The couple’s lawyers complain that poor and disadvantaged couples like his clients cannot afford the expensive services of sperm banks and IVF clinics which the law demands. "The way the law is structured is most protective of people who have the money to buy from a cryo-bank or have the insurance to cover fertility treatment. The courts want this to be a relatively hands-off transaction," says Kimberly Mutcherson, of Rutgers-Camden University. "There are pockets of people that are negatively impacted."
A case in Kansas raises similar issues. A lesbian couple, Jennifer Schreiner and Angela Bauer, who were already co-parenting 8 foster and adopted children, wanted a child of their own. After answering an ad in Craigs List William Marotta provided sperm and agreed to have nothing to do with raising the child. Ms Schreiner gave birth to a daughter in 2009.
This time the state of Kansas, not the sperm donor dad, intervened. Authorities wanted to declare Mr Marotta the father so that he would pay child support. As in New Jersey, there is a presumption of paternity overriding any private agreement if insemination takes place at home. As the years went on, the child’s life must have become more complicated. Her mommies have split up and her birth mother married a man and is now called Jennifer Coop. Her time is split between the two women.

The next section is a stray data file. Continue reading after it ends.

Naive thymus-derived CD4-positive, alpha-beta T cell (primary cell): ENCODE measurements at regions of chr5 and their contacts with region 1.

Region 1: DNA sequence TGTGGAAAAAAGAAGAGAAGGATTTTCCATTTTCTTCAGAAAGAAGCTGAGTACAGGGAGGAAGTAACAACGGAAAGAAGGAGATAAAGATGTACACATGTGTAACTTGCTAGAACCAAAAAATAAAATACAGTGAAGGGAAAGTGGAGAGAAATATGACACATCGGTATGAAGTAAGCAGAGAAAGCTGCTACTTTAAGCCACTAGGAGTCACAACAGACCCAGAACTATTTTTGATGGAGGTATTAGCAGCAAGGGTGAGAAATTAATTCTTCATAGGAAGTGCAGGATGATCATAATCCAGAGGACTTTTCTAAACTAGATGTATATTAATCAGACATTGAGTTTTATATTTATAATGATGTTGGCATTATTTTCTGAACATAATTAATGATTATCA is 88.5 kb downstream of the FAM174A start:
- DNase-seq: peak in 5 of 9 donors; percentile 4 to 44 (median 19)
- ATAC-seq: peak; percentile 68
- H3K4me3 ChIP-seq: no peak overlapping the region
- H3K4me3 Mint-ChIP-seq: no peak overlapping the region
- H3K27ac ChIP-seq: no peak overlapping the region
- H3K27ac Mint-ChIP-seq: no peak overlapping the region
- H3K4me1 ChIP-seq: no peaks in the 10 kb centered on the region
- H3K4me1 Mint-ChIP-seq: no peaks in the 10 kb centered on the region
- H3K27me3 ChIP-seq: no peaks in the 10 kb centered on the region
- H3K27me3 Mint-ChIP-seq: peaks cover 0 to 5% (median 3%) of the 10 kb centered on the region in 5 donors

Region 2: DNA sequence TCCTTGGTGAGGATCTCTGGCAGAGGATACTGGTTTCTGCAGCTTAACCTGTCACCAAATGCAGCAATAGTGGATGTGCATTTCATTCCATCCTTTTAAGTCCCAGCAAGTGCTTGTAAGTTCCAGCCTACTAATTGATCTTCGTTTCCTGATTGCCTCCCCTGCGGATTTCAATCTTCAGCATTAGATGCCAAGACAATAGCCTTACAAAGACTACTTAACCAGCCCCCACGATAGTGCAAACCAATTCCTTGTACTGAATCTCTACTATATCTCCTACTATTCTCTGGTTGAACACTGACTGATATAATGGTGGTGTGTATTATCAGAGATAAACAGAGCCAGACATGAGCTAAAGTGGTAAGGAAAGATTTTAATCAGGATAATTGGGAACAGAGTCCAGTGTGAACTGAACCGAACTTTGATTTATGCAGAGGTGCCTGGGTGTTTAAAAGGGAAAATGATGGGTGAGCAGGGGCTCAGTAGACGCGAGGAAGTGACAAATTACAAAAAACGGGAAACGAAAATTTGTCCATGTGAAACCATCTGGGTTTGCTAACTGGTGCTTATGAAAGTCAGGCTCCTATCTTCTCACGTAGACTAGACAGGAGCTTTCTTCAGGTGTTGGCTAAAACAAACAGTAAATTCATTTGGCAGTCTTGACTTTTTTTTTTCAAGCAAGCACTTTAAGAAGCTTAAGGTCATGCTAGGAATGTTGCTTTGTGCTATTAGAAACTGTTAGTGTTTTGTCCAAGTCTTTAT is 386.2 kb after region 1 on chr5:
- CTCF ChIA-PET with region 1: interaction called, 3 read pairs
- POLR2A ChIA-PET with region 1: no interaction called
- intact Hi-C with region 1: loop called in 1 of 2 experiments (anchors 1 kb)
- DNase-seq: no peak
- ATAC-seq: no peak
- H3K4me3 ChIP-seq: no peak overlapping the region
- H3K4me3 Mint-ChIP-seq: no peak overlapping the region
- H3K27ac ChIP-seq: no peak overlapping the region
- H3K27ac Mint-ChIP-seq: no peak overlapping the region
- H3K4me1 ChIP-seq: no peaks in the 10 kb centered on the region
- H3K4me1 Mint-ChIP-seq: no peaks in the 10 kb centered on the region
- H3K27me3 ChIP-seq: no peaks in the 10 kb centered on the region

One of the world’s leading stem cell scientists has entered a partnership with the disgraced Korean researcher Hwang Woo-suk to pursue cloning research in China, Science reports.
Shoukhrat Mitalipov, of the Oregon Health & Science University in Portland, was the first to successfully derive stem cells from a cloned human embryo in 2013. A South Korean newspaper, Dong-A Ilbo, has revealed that he will be working with Hwang on both animal and human cloning.
Hwang came undone in 2006 after it was discovered that two papers he had published claiming that he had created human embryonic stem cells were bogus. He was convicted of fraud and bioethics violations but received a suspended sentence. For many Koreans, he is still a hero.
Mitalipov's "strength is in primate stem cells,” Hwang told the newspaper. “My specialty is in cell nuclear transplantation. So we've agreed that if we combine his strength with mine, we can create a breakthrough outcome in curing maternal line genetic disease, on which he is now focusing."